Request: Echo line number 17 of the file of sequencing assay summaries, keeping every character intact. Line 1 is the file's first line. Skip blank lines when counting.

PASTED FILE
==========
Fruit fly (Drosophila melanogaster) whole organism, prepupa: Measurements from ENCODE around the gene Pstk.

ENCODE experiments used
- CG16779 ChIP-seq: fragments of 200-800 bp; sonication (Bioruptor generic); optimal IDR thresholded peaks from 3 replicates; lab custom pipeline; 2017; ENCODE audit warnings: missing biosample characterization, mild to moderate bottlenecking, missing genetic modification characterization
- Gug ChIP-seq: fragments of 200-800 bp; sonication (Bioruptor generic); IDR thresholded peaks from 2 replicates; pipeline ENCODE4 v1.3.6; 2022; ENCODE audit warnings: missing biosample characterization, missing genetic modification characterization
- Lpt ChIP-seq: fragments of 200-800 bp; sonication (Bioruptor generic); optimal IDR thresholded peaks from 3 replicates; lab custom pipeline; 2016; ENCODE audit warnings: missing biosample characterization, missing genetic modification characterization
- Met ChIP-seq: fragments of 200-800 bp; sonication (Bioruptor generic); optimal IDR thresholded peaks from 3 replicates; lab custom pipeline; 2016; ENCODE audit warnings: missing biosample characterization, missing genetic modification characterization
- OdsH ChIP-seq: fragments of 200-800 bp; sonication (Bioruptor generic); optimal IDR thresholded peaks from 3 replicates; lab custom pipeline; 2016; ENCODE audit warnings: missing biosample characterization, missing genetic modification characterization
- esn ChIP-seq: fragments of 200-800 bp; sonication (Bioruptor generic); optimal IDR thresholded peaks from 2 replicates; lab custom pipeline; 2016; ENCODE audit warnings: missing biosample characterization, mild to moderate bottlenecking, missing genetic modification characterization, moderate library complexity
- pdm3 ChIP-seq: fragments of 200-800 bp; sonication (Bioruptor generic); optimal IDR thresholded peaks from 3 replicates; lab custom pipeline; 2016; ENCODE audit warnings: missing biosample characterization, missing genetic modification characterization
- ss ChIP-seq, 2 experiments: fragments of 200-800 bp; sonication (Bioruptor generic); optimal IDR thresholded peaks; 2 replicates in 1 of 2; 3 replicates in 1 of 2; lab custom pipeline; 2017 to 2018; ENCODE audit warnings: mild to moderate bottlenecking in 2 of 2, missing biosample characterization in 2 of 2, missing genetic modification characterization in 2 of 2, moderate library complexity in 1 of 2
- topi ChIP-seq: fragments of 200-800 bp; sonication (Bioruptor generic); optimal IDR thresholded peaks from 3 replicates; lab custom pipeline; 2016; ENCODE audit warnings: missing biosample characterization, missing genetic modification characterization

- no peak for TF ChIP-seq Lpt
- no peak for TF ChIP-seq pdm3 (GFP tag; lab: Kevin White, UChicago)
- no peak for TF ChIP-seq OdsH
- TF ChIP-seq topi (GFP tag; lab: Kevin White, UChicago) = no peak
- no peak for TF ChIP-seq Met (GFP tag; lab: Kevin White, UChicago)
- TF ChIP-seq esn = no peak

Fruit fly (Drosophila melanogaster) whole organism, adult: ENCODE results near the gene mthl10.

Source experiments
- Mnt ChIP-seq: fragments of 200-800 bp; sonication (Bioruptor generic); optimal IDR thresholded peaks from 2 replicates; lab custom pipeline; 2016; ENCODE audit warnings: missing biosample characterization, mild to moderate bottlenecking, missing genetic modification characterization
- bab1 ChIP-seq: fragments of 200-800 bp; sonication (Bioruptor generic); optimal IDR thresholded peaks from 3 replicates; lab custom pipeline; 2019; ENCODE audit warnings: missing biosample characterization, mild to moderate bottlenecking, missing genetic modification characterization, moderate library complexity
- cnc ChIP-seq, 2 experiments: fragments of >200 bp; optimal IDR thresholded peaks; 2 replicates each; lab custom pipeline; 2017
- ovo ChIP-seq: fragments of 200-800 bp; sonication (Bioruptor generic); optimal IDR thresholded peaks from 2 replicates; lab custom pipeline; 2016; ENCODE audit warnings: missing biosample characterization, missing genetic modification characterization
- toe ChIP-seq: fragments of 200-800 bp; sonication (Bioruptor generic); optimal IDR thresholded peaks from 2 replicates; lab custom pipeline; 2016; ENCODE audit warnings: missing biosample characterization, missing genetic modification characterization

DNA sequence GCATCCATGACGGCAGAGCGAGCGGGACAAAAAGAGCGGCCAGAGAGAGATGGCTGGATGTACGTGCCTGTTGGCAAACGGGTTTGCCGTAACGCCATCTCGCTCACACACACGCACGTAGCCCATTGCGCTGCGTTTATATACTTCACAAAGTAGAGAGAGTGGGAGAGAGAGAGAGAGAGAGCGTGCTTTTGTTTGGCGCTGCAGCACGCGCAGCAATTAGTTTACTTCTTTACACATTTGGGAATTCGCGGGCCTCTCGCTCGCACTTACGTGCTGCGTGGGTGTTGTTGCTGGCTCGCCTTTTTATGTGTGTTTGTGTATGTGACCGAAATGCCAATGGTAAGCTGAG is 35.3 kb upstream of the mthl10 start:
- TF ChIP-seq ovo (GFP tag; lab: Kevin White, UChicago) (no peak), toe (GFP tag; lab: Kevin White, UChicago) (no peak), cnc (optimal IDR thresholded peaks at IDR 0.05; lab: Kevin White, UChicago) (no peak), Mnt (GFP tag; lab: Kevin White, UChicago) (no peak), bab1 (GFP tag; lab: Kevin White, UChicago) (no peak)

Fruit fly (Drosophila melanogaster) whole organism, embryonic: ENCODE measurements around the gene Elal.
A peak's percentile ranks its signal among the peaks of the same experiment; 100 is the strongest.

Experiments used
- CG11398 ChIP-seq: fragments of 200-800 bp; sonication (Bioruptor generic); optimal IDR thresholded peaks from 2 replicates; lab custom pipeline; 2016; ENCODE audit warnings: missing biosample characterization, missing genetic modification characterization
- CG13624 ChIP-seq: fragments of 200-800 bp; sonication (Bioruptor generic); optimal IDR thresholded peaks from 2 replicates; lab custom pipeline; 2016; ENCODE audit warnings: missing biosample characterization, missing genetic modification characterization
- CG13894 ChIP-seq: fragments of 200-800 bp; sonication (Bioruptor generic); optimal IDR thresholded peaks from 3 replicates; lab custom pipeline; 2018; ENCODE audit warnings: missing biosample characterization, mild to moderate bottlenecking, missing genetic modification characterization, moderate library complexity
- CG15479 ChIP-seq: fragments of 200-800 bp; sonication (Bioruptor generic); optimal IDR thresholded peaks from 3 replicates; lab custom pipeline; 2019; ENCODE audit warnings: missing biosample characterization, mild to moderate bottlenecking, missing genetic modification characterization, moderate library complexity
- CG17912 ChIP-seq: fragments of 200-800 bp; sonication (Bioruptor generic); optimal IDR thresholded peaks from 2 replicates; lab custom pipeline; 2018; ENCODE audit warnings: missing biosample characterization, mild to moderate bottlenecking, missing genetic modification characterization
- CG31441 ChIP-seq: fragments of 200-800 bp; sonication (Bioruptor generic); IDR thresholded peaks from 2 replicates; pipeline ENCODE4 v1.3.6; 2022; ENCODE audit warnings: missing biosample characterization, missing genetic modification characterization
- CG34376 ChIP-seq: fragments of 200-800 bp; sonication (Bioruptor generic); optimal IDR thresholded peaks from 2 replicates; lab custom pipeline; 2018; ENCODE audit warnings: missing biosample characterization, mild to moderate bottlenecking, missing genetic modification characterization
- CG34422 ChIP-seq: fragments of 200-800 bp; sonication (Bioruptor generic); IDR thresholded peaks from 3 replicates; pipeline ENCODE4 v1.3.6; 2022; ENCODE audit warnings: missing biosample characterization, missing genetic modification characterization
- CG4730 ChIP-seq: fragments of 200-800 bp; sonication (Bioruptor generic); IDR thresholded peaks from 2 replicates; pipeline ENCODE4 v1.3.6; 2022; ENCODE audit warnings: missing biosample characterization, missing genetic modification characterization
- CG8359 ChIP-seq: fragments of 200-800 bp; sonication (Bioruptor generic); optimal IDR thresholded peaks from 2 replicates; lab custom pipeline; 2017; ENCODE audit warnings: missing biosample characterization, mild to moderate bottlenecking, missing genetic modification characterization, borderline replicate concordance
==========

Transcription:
- TF ChIP-seq esn = no peak